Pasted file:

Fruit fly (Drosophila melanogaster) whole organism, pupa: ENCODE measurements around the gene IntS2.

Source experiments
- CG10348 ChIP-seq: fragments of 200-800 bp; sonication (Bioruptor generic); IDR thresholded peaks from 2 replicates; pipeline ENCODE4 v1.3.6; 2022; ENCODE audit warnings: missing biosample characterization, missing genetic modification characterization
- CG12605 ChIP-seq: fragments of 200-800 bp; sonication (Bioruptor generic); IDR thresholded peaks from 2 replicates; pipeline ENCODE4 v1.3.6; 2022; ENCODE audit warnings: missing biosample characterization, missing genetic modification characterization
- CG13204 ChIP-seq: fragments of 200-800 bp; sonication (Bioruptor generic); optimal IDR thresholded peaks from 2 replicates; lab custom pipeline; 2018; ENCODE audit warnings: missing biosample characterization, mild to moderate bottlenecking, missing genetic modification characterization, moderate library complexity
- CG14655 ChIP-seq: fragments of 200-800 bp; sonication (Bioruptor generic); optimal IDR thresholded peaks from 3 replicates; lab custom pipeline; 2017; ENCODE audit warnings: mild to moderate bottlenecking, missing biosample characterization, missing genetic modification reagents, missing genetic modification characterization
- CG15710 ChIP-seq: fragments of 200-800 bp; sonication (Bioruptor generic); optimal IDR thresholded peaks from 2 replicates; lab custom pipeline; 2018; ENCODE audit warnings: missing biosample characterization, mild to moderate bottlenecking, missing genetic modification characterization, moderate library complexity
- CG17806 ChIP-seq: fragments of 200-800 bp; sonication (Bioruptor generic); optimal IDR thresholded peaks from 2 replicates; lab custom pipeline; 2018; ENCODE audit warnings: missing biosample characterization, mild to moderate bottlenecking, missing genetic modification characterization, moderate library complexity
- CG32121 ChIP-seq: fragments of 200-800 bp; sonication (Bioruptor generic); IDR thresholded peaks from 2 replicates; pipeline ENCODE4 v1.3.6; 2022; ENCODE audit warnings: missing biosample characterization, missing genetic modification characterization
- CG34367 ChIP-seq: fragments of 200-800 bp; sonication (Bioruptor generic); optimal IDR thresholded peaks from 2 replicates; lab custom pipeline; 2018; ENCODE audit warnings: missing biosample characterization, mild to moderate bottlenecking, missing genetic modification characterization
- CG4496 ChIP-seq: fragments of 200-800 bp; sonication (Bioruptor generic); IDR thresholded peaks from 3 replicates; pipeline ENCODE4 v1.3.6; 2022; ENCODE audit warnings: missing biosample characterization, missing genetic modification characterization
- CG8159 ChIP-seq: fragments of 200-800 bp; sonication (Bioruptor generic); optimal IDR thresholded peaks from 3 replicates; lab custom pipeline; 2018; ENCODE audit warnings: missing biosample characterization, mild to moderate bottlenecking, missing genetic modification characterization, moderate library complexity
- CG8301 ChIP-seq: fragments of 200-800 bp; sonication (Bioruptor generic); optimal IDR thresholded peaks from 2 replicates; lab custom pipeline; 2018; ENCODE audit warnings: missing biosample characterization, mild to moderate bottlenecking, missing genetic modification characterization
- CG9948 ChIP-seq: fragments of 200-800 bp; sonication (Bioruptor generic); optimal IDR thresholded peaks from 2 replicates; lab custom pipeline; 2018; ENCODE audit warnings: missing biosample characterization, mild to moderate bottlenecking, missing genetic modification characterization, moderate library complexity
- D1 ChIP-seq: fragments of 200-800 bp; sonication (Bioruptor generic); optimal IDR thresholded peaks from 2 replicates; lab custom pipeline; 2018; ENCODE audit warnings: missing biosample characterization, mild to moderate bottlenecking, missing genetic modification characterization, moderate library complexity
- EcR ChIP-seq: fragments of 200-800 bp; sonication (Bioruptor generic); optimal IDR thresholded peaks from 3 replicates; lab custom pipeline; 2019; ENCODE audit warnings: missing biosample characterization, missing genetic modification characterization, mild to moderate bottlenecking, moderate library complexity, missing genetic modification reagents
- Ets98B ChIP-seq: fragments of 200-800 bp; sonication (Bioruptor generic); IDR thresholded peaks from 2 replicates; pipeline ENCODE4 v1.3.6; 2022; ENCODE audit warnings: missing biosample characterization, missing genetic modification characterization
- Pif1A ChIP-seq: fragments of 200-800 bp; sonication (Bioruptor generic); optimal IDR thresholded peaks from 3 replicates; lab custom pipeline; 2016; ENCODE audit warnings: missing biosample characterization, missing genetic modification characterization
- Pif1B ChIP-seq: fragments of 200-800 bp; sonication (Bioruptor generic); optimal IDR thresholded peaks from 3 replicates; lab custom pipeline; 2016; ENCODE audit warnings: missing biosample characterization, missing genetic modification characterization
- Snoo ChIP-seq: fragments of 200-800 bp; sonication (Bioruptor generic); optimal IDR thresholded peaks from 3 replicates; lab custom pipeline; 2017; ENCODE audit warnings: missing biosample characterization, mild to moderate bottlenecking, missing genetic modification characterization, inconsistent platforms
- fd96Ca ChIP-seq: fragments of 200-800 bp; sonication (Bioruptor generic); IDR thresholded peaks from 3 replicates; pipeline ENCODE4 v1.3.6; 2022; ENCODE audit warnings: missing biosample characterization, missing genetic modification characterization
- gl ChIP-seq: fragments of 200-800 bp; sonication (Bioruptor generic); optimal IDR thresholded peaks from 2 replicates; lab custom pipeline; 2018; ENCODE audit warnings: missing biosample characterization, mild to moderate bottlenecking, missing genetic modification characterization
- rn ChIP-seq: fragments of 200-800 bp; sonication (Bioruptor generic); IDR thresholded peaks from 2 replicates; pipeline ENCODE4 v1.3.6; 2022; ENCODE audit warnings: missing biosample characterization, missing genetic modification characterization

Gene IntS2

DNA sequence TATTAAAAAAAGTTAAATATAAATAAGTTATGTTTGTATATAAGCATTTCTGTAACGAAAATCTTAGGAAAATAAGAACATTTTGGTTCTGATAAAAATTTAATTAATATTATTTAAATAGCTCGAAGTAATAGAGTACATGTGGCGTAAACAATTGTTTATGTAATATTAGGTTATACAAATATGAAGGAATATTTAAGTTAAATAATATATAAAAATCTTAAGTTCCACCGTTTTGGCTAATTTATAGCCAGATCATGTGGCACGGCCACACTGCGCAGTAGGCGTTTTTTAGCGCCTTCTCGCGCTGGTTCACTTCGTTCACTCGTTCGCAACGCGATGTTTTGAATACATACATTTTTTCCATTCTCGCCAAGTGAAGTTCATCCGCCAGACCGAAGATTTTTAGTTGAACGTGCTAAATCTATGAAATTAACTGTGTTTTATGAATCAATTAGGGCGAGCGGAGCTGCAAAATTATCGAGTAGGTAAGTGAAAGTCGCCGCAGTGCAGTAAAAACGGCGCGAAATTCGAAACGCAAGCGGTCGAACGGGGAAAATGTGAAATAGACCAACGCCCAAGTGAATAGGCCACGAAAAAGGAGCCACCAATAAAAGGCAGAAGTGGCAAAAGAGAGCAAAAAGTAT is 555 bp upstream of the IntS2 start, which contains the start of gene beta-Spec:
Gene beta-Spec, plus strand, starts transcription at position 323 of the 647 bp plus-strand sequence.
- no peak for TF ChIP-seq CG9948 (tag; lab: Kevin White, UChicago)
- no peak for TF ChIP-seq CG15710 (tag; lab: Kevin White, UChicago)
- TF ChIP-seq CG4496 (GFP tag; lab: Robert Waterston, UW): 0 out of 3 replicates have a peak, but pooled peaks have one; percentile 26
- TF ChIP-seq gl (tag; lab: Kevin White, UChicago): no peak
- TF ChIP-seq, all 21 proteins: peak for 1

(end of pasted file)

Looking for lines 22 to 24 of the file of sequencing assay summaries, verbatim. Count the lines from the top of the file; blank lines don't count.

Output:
- gl ChIP-seq: fragments of 200-800 bp; sonication (Bioruptor generic); optimal IDR thresholded peaks from 2 replicates; lab custom pipeline; 2018; ENCODE audit warnings: missing biosample characterization, mild to moderate bottlenecking, missing genetic modification characterization
- rn ChIP-seq: fragments of 200-800 bp; sonication (Bioruptor generic); IDR thresholded peaks from 2 replicates; pipeline ENCODE4 v1.3.6; 2022; ENCODE audit warnings: missing biosample characterization, missing genetic modification characterization

Gene IntS2